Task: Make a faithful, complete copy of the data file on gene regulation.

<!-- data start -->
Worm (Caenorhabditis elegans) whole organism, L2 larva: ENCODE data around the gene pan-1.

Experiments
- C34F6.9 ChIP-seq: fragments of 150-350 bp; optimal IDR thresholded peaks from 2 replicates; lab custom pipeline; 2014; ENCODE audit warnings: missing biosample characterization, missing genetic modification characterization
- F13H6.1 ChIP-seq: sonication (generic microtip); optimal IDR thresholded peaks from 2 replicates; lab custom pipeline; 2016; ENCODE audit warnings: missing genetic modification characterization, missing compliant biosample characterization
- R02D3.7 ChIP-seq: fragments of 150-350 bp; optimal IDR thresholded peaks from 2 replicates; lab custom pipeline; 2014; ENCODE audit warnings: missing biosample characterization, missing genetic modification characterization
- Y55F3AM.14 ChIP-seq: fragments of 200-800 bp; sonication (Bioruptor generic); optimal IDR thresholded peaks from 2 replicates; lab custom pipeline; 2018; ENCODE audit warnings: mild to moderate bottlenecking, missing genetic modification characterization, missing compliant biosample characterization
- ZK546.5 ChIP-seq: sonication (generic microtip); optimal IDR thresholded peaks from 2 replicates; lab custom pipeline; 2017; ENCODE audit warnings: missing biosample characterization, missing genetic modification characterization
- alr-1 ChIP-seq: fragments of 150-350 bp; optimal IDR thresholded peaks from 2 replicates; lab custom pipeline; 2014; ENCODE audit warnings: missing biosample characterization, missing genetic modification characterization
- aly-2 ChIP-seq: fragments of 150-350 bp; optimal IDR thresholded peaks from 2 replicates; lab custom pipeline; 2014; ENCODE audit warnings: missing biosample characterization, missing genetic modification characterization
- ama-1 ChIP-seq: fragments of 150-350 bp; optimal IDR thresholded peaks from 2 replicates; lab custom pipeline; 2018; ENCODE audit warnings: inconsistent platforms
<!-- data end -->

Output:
Worm (Caenorhabditis elegans) whole organism, L2 larva: ENCODE data around the gene pan-1.

Experiments
- C34F6.9 ChIP-seq: fragments of 150-350 bp; optimal IDR thresholded peaks from 2 replicates; lab custom pipeline; 2014; ENCODE audit warnings: missing biosample characterization, missing genetic modification characterization
- F13H6.1 ChIP-seq: sonication (generic microtip); optimal IDR thresholded peaks from 2 replicates; lab custom pipeline; 2016; ENCODE audit warnings: missing genetic modification characterization, missing compliant biosample characterization
- R02D3.7 ChIP-seq: fragments of 150-350 bp; optimal IDR thresholded peaks from 2 replicates; lab custom pipeline; 2014; ENCODE audit warnings: missing biosample characterization, missing genetic modification characterization
- Y55F3AM.14 ChIP-seq: fragments of 200-800 bp; sonication (Bioruptor generic); optimal IDR thresholded peaks from 2 replicates; lab custom pipeline; 2018; ENCODE audit warnings: mild to moderate bottlenecking, missing genetic modification characterization, missing compliant biosample characterization
- ZK546.5 ChIP-seq: sonication (generic microtip); optimal IDR thresholded peaks from 2 replicates; lab custom pipeline; 2017; ENCODE audit warnings: missing biosample characterization, missing genetic modification characterization
- alr-1 ChIP-seq: fragments of 150-350 bp; optimal IDR thresholded peaks from 2 replicates; lab custom pipeline; 2014; ENCODE audit warnings: missing biosample characterization, missing genetic modification characterization
- aly-2 ChIP-seq: fragments of 150-350 bp; optimal IDR thresholded peaks from 2 replicates; lab custom pipeline; 2014; ENCODE audit warnings: missing biosample characterization, missing genetic modification characterization
- ama-1 ChIP-seq: fragments of 150-350 bp; optimal IDR thresholded peaks from 2 replicates; lab custom pipeline; 2018; ENCODE audit warnings: inconsistent platforms